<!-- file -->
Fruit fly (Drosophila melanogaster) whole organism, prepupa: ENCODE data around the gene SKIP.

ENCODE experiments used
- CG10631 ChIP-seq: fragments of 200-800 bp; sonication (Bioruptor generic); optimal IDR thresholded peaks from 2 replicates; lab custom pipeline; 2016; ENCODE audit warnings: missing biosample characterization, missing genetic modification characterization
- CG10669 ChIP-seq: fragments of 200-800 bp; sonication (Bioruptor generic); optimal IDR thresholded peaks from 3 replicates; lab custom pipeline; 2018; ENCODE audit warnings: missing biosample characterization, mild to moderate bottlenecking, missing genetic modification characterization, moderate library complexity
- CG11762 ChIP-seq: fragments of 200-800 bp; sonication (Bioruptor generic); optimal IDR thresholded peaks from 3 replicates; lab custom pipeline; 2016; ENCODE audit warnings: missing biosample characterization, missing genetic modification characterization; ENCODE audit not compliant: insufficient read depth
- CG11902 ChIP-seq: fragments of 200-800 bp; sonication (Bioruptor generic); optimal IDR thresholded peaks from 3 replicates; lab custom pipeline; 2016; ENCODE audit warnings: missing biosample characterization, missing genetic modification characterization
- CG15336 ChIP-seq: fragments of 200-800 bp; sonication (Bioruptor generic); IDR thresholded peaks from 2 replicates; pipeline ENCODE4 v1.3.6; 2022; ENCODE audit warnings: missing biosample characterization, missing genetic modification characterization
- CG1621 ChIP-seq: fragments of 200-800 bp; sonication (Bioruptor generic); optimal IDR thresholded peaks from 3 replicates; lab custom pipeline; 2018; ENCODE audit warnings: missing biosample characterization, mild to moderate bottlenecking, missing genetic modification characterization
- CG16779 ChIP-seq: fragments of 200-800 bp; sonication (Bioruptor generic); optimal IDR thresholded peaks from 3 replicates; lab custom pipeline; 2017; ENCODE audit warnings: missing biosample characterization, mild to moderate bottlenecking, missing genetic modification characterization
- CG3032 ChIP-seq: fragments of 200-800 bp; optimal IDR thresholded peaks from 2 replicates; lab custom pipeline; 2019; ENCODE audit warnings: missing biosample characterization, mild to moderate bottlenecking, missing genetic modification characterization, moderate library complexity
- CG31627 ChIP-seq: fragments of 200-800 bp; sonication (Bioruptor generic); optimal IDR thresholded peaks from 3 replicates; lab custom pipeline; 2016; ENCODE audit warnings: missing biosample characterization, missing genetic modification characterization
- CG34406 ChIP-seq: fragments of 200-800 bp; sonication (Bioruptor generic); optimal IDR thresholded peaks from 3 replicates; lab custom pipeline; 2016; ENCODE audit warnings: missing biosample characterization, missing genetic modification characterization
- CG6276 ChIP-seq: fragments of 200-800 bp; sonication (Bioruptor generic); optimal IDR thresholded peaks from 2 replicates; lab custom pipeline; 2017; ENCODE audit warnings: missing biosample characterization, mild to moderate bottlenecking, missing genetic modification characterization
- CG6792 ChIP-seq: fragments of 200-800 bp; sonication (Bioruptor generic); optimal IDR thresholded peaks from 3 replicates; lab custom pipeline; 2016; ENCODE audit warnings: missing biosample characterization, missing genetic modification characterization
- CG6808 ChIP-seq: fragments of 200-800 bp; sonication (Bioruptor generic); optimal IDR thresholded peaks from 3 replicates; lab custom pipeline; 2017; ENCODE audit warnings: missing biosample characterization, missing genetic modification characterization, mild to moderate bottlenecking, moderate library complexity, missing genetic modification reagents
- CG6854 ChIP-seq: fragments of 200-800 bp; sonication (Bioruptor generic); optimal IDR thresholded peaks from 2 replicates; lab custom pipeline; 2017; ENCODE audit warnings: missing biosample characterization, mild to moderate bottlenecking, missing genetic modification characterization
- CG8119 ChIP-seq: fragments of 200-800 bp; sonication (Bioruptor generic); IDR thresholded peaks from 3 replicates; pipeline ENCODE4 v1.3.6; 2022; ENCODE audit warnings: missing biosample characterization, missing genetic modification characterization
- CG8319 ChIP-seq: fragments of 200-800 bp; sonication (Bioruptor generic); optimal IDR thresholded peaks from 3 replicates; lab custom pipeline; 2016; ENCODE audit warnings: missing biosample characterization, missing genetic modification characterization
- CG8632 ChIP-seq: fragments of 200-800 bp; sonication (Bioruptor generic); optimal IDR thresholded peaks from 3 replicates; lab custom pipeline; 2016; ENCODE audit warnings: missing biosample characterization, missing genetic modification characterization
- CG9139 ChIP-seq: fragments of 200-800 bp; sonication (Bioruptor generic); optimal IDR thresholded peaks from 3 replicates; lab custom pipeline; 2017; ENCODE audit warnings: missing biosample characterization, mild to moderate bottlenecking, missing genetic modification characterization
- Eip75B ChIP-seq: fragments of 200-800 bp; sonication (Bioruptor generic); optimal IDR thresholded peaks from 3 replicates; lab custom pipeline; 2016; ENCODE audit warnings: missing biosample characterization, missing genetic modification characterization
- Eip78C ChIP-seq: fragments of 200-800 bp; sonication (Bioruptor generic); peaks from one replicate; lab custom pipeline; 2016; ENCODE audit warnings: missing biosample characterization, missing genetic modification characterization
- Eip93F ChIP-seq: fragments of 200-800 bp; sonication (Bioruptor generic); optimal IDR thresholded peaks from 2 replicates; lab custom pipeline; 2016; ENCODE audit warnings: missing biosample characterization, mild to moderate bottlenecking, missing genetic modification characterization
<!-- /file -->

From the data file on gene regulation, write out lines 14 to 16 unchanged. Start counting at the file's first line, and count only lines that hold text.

- CG6792 ChIP-seq: fragments of 200-800 bp; sonication (Bioruptor generic); optimal IDR thresholded peaks from 3 replicates; lab custom pipeline; 2016; ENCODE audit warnings: missing biosample characterization, missing genetic modification characterization
- CG6808 ChIP-seq: fragments of 200-800 bp; sonication (Bioruptor generic); optimal IDR thresholded peaks from 3 replicates; lab custom pipeline; 2017; ENCODE audit warnings: missing biosample characterization, missing genetic modification characterization, mild to moderate bottlenecking, moderate library complexity, missing genetic modification reagents
- CG6854 ChIP-seq: fragments of 200-800 bp; sonication (Bioruptor generic); optimal IDR thresholded peaks from 2 replicates; lab custom pipeline; 2017; ENCODE audit warnings: missing biosample characterization, mild to moderate bottlenecking, missing genetic modification characterization